This method minimized waste from flipping, which tended to break patties, and shortened the cooking time. By the time rationing ended in 1946, the hamburger’s price was ten cents, double what it had been just seven years earlier.
Between 1949 and 1953, White Castle developed a new hamburger patty with five holes in it. The new patty sped up cooking times with a new steam grilled technique. It also steamed the buns better. The idea was so great that they took out a patent on it.
As the economy began bouncing back in the 1950s, White Castle expanded into high-traffic cities like Detroit, Cleveland, Miami, and New York.
Home is Where the Burger is
During this period, customers who longed for White Castle hamburgers could now buy frozen patties and ship them to their homes. This led to creating a White Castle frozen food division in 1987, selling burgers to supermarkets across the US, and helping people like me and you fulfill long-distance cravings.
Burger Beast’s All About the Burger Book Signing
I’m in total agreement with Time Magazine’s statement that White Castle is the most influential burger of all time. When planning out my National Burger Month book signing road trip, I knew that White Castle had to be one of the stops.
Over the years, we had developed a friendship that started when I hosted their Cravemobile at one of my food truck events at Magic City Casino. The following year I was invited to their headquarters by Jamie Richardson (White Castle VP) and was given a tour of the iconic building, which concluded with a late lunch at one of the Castle locations (read about that here).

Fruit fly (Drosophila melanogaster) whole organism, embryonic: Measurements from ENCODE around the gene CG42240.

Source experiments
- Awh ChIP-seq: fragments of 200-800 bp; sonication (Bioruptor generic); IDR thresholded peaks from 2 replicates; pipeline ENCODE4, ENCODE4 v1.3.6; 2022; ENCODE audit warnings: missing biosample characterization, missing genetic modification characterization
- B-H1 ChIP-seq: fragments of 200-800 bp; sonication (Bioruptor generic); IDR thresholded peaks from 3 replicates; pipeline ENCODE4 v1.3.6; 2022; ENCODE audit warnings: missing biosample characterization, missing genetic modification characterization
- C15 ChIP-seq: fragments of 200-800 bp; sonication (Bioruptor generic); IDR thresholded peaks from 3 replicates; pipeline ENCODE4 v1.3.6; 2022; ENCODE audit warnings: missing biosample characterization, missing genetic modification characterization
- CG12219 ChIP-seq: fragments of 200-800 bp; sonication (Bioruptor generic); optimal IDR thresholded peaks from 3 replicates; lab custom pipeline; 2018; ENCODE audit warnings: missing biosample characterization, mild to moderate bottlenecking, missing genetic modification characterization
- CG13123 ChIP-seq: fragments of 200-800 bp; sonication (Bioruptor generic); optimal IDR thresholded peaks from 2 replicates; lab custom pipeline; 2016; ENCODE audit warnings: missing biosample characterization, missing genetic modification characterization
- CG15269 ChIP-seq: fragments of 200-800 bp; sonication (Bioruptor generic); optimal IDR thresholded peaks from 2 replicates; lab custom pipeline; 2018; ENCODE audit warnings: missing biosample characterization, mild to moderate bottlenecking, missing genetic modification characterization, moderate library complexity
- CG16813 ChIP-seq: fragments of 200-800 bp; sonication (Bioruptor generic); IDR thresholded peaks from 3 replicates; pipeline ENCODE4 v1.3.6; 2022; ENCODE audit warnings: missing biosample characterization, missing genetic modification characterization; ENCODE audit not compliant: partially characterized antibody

It turns out that the book signing happened at that same castle location. The only difference is that the whole structure had been torn down and rebuilt since my last visit. It now has a time capsule buried below it.
Special thank yous to White Castle VP Jamie, Regional Director Theresa & Store Manager Shawn for all of their hospitality.
Burger Beast Working at White Castle
I jumped at the opportunity to make a 1921 Slider from White Castle. It was a fun experience.
Thanks to Shawn for his patience and to Theresa for re-instating me after what has to go down as one of the quickest firings in White Castle company history.